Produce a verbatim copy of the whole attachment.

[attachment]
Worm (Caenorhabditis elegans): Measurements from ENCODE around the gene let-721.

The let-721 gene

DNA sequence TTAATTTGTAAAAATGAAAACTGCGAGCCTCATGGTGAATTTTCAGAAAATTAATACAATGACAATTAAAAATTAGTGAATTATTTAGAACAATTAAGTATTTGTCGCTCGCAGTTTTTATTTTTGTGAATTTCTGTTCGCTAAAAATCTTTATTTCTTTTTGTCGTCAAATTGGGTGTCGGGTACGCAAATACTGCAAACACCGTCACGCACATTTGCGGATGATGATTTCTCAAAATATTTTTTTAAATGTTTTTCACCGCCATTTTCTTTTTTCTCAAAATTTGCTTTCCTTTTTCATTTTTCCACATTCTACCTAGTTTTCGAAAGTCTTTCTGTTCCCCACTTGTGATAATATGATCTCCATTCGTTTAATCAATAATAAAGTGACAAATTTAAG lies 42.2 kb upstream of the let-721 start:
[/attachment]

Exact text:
Worm (Caenorhabditis elegans): Measurements from ENCODE around the gene let-721.

The let-721 gene

DNA sequence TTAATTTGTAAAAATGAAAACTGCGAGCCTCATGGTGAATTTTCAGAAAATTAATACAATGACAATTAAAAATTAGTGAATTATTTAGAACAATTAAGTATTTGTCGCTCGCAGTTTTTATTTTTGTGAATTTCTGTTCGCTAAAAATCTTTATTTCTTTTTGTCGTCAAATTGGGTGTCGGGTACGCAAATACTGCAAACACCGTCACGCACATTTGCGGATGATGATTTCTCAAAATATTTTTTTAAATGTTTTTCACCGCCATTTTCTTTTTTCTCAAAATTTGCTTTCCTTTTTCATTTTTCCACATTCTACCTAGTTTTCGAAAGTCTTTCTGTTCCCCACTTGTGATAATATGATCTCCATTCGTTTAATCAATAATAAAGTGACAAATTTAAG lies 42.2 kb upstream of the let-721 start: